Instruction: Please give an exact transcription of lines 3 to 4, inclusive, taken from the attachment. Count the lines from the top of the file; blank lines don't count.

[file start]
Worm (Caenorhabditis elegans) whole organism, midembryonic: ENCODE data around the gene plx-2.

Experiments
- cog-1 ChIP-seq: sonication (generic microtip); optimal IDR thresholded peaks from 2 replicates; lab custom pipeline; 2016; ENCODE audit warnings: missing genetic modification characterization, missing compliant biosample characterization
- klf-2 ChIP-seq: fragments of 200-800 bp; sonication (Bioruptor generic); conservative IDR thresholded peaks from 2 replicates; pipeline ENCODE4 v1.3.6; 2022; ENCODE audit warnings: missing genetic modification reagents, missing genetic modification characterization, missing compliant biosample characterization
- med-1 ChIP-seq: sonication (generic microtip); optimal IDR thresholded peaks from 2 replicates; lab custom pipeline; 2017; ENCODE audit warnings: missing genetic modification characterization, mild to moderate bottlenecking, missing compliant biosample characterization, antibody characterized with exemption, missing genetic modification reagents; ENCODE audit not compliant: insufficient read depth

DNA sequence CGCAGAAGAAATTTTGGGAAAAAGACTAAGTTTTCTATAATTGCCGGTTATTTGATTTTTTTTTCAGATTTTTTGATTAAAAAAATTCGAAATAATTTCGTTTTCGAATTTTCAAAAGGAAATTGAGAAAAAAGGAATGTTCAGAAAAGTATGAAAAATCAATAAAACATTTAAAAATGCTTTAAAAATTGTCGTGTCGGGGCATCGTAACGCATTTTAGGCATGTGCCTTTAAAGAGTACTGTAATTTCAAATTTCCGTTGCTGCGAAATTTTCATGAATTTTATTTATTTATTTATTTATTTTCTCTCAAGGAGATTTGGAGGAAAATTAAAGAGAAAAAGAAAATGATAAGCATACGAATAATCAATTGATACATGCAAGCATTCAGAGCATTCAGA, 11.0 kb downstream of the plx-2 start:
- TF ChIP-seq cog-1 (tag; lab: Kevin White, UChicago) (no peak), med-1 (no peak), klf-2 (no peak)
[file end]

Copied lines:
- cog-1 ChIP-seq: sonication (generic microtip); optimal IDR thresholded peaks from 2 replicates; lab custom pipeline; 2016; ENCODE audit warnings: missing genetic modification characterization, missing compliant biosample characterization
- klf-2 ChIP-seq: fragments of 200-800 bp; sonication (Bioruptor generic); conservative IDR thresholded peaks from 2 replicates; pipeline ENCODE4 v1.3.6; 2022; ENCODE audit warnings: missing genetic modification reagents, missing genetic modification characterization, missing compliant biosample characterization